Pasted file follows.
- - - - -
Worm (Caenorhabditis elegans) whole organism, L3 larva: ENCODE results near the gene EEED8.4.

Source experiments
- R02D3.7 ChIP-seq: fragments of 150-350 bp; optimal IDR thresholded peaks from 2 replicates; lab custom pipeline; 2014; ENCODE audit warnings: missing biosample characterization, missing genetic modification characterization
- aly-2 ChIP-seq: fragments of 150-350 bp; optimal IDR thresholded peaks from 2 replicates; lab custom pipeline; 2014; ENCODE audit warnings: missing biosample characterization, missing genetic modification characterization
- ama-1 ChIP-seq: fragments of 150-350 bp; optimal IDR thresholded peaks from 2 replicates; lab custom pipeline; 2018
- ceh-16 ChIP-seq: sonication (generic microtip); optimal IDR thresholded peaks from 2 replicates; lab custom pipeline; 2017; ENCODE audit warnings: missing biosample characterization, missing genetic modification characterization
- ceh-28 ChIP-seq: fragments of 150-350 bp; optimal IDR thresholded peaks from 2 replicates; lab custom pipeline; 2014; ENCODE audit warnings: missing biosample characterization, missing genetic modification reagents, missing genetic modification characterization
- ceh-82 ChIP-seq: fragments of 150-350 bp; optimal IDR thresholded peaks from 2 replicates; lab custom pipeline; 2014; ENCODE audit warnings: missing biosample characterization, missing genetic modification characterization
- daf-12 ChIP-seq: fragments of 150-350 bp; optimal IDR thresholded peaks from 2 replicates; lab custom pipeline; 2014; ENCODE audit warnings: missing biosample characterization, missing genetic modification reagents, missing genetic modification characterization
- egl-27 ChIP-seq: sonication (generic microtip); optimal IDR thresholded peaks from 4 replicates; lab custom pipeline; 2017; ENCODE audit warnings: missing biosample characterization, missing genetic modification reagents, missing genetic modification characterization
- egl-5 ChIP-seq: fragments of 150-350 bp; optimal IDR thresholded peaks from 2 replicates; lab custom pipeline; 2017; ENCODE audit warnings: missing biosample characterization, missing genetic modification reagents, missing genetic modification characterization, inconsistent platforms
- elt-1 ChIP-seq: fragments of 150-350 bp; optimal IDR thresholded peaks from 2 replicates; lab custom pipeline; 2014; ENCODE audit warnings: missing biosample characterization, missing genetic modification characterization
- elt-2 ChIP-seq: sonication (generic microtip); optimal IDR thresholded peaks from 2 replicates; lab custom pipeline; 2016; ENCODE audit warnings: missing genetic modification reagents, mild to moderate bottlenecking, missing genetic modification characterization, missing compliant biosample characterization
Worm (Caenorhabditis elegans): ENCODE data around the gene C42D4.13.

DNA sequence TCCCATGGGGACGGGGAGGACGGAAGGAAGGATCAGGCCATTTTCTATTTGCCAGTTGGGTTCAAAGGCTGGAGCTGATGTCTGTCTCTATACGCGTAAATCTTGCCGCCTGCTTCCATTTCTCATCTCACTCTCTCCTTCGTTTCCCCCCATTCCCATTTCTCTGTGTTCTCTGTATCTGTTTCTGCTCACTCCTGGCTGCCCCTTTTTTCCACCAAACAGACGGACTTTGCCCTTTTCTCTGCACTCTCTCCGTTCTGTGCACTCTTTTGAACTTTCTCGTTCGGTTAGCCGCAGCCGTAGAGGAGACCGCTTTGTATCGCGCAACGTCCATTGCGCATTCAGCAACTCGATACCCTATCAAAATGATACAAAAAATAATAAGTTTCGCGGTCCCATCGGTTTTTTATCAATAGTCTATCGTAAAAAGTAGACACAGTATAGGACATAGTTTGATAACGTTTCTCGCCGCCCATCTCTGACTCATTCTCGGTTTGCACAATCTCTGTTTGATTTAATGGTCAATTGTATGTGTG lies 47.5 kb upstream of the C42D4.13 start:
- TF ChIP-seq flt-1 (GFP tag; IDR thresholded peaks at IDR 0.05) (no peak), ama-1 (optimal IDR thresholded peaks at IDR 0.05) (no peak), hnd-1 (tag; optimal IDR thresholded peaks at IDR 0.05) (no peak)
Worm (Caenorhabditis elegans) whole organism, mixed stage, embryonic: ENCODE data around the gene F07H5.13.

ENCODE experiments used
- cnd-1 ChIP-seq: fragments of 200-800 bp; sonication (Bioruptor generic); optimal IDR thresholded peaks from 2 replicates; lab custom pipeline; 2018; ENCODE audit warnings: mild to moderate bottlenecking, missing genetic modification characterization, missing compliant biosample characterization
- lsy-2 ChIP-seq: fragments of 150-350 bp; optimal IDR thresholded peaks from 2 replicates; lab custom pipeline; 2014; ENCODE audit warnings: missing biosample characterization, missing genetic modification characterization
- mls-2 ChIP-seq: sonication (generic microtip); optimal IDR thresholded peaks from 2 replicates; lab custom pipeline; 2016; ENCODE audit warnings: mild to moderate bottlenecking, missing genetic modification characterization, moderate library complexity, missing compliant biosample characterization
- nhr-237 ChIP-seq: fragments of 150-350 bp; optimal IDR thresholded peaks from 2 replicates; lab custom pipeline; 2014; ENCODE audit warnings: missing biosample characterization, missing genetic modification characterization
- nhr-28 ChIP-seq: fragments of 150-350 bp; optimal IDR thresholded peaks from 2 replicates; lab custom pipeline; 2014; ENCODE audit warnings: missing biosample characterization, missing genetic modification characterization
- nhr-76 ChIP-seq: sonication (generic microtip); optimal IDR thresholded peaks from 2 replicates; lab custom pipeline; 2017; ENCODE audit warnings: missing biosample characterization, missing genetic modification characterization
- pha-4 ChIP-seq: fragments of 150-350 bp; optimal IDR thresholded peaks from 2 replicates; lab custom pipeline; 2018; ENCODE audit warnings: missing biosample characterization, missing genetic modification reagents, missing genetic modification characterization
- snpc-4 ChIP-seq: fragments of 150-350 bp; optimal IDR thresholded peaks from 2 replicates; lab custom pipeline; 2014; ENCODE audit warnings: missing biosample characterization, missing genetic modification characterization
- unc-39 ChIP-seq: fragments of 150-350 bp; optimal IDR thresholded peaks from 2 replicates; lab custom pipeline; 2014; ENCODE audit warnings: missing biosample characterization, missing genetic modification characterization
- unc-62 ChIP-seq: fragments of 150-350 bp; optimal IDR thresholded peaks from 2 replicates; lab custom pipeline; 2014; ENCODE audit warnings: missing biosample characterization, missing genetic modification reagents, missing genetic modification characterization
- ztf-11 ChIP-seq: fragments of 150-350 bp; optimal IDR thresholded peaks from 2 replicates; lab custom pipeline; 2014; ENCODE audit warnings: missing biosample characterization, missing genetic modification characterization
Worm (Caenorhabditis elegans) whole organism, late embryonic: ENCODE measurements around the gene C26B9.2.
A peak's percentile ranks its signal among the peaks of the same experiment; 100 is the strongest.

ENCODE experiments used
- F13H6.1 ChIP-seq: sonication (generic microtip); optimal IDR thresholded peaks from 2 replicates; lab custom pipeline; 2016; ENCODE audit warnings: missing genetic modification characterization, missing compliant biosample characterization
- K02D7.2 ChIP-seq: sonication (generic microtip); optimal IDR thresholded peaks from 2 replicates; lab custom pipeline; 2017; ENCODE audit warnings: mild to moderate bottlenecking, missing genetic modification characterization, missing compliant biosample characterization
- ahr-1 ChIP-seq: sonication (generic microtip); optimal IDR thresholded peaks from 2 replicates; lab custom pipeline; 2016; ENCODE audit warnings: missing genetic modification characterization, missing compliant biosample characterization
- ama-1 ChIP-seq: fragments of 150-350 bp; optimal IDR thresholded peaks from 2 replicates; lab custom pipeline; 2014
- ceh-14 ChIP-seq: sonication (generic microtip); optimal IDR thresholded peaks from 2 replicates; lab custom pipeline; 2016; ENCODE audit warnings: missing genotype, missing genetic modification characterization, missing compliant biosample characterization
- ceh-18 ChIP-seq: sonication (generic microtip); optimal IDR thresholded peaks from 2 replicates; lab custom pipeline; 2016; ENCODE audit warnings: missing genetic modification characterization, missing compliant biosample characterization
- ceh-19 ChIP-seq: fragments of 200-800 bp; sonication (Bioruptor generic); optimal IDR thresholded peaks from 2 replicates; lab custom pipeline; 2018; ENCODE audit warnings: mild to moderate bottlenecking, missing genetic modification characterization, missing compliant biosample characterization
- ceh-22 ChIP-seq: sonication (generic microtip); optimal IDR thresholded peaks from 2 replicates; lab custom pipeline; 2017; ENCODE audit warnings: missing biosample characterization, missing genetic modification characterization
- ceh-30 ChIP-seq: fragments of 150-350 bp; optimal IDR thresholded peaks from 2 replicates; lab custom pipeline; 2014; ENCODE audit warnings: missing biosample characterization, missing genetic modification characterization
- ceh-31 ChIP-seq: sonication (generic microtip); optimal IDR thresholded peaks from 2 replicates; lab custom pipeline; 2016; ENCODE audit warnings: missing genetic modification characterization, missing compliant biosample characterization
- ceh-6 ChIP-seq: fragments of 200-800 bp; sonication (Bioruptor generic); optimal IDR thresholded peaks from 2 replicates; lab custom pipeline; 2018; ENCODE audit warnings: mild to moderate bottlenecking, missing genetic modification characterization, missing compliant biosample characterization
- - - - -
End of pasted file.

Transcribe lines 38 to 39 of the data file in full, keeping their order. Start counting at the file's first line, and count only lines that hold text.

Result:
- ceh-18 ChIP-seq: sonication (generic microtip); optimal IDR thresholded peaks from 2 replicates; lab custom pipeline; 2016; ENCODE audit warnings: missing genetic modification characterization, missing compliant biosample characterization
- ceh-19 ChIP-seq: fragments of 200-800 bp; sonication (Bioruptor generic); optimal IDR thresholded peaks from 2 replicates; lab custom pipeline; 2018; ENCODE audit warnings: mild to moderate bottlenecking, missing genetic modification characterization, missing compliant biosample characterization